New Malvern Theatres Exhibition - August 22 - October 8th 2016

by Humph Hack 21. August 2016 14:51

What makes artists want to paint? From the earliest age toddlers are fascinated by making marks. It is the most natural of all childhood activities, and their interest is spurred by the rest of the extended family applauding their crude attempts at representing Mum, Dad or themselves. Everybody does art in school, but for most people, the activity stops when they leave education. But for some, it becomes a need which drives them to practice their art further. It may be via a full-time degree course, part-time study or just a gritty determination via self-study: whichever way – they have a need to make people sit up and take notice.

Which is why there is always a queue of artists wanting to exhibit in Malvern Theatres and why artists offered the opportunity to exhibit in this busy artistic hub, need no special encouragement.

It is a pleasure to show the public their fresh new art, rather than it be hidden in a loft, a spare bedroom or stacked in the corner of a studio. And, so often, when the hanging is finished, they express delight to see their works displayed so well. The 3 artists showing their works in this new exhibition are a case in point.

Ray Hill works in a very popular genre. Many artists produce works which evoke the landscape in an almost totally abstract manner. What separates Ray’s works, is the degree of refinement to which he has taken his canvases; inspired partly by the Catalonian landscape, where he spent several months after finishing his degree, and by the area around his studio in Gloucestershire, where it’s “big” skies inspire him.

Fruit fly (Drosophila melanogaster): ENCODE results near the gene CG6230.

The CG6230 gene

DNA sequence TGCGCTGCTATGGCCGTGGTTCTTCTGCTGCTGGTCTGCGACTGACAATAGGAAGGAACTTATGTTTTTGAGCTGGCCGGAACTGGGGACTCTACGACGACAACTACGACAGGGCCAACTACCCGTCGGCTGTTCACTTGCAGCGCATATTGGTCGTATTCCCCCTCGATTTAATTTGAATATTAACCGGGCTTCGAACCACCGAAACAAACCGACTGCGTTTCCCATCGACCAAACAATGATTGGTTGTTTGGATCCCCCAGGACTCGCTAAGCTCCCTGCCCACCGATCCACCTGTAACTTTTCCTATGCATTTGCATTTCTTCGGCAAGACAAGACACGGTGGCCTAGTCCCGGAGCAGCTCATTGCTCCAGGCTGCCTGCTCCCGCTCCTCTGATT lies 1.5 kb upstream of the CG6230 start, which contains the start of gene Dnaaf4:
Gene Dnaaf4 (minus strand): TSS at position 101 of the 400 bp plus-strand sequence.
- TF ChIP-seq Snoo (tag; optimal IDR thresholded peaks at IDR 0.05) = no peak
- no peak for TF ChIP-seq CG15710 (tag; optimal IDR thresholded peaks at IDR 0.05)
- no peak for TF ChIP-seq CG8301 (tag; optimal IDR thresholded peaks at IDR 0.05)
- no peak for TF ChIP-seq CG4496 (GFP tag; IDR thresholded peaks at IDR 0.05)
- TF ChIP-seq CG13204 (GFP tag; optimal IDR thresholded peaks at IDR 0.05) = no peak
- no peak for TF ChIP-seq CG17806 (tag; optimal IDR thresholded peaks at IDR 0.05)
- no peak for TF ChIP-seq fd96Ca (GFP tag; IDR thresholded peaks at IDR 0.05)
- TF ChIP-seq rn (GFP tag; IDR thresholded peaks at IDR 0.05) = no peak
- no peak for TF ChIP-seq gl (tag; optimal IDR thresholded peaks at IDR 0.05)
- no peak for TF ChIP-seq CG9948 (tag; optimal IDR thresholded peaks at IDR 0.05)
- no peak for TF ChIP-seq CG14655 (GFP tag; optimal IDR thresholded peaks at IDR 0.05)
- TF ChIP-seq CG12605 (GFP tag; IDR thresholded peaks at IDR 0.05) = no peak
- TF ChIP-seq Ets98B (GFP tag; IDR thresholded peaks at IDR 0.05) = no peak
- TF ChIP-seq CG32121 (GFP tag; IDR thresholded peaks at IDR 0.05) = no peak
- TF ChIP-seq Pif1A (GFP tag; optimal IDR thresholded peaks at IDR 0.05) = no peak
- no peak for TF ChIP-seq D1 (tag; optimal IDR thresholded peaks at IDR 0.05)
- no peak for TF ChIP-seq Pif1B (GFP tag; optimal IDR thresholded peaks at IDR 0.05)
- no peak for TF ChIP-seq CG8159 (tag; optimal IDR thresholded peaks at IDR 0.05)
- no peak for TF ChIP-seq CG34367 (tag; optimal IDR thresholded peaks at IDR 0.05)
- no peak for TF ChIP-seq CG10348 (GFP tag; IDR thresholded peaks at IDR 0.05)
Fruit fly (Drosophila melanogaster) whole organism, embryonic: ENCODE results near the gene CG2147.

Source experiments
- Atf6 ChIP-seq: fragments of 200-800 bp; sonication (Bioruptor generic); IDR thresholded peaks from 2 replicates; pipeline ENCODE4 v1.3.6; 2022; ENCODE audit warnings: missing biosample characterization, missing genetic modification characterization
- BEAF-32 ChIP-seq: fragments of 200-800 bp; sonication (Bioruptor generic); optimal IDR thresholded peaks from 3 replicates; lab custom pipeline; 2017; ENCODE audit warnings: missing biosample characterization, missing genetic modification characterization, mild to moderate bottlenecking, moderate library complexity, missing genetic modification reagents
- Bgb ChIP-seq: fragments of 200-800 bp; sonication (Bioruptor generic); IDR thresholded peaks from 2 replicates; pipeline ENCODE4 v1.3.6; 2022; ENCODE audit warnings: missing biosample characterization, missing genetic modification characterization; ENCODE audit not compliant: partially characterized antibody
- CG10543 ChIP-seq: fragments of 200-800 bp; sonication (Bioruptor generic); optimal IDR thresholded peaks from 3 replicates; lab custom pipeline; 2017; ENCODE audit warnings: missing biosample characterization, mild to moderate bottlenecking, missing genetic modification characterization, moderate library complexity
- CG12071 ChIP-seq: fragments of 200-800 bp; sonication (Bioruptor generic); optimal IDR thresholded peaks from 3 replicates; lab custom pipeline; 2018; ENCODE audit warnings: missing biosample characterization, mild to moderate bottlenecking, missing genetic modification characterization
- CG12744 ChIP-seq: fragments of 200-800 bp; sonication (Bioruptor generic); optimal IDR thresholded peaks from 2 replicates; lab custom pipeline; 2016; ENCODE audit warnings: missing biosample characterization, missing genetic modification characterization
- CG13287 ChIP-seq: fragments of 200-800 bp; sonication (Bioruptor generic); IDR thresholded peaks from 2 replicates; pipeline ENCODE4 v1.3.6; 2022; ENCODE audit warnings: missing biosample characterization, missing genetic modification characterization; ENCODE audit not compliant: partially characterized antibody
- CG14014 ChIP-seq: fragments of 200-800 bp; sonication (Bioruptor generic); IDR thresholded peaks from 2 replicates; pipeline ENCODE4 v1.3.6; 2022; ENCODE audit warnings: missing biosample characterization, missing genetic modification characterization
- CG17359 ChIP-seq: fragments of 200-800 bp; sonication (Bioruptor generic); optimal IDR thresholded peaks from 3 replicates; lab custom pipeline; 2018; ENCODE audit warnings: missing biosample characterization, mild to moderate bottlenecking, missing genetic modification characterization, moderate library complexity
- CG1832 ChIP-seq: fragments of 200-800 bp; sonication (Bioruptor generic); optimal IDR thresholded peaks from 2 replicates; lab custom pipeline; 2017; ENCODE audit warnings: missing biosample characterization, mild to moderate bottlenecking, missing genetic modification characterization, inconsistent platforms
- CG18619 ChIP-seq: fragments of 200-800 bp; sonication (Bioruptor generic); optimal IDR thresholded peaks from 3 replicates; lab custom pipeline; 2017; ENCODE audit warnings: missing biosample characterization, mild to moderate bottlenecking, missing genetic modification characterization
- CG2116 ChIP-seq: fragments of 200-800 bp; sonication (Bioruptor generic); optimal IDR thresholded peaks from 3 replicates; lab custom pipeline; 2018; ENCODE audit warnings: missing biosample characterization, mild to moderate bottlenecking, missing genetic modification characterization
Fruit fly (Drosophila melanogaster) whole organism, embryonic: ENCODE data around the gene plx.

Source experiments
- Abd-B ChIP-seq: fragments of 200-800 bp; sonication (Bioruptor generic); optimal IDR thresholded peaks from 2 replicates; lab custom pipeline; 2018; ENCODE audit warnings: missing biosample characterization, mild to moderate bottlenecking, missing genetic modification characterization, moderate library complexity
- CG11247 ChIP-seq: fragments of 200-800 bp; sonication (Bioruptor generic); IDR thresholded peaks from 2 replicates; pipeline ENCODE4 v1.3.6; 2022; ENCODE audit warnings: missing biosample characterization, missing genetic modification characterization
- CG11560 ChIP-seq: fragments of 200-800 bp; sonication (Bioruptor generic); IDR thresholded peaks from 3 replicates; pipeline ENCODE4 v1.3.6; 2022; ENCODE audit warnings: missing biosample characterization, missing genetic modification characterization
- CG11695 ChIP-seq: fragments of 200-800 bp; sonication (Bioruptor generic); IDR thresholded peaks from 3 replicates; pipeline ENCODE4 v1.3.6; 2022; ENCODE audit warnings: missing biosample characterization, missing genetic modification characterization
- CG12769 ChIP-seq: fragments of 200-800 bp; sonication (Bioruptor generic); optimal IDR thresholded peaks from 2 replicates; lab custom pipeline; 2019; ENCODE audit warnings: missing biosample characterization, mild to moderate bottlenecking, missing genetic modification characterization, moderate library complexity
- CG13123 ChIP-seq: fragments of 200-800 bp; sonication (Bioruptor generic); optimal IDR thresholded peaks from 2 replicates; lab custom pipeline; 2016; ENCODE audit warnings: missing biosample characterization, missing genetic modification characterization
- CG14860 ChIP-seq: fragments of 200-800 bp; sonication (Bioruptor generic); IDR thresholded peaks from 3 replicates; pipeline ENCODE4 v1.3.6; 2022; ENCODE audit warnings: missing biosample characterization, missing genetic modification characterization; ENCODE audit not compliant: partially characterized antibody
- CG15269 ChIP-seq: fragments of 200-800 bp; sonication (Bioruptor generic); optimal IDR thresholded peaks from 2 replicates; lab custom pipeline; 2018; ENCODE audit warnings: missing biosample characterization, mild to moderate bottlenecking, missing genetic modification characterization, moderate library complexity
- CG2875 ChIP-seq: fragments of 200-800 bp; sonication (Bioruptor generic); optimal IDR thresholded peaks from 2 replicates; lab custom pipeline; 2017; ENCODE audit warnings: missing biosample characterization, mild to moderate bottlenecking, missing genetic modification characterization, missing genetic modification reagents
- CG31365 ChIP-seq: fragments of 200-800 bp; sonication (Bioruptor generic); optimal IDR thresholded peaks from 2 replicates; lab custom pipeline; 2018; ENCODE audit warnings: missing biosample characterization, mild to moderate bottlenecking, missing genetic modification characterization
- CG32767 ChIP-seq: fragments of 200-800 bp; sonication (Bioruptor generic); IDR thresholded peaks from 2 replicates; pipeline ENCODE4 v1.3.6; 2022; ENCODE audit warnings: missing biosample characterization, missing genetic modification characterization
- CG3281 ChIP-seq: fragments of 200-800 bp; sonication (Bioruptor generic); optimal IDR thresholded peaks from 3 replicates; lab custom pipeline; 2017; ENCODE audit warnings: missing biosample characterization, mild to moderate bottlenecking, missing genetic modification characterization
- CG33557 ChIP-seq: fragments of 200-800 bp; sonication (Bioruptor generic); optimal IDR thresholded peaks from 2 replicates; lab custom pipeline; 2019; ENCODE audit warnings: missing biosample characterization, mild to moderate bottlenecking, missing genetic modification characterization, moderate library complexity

Initially, you might think that Sheila Vicker’s paintings are mere realistic representations of landscape, animals and the people she loves, but it is the richness of her palette and exciting technique which lift them above mere records of places or events. Whenever and wherever possible the process begins outdoors in the landscape. The open air gives her the freedom to experiment with style and colour.

Banu Tillman’s canvases could not be more different. She is both an artist and illustrator. In the works on show here, she evokes a time when her female subjects were suitably aloof. They exhibit grace and ultimate composure. Her portrait and figurative paintings tell a story or convey an emotion with body language. They could be heading for a night out, or a night in, but either way, they do it with style.

The exhibition is open every day from Monday 22nd August until Saturday 8th October.

At a time when money in the Bank earns little or no interest. Do something to help revitalise the economy. Spend some money – Buy a painting (or 2). 


What Is 'Fauvism'?

by Aileen Mitchell 17. August 2016 12:00

The Turning Road, L'Estaque – Andre Derain

Fauvism is one of the most influential styles in contemporary art, whether today's artists are fully aware of it or not. The 'wild beasts' of Fauvism radicalised colour and form, and inspired the next generation of young artists to engage with their surroundings on a whole new level, changing art forever.

Last month we looked at the trailer for the new film, Loving Vincent. It's from the legacy of Van Gogh that the story of Fauvism begins …

Starry Night – van Gogh

French artist Henri Matisse is considered the founding father of Fauvism. Inspired by Van Gogh's post-impressionist style of intensifying colours and distorting forms to create images fraught with emotion, Matisse began to use colour on a very emotional level. The results of this were bright, multi-coloured paintings and scratchy brush stroked figures.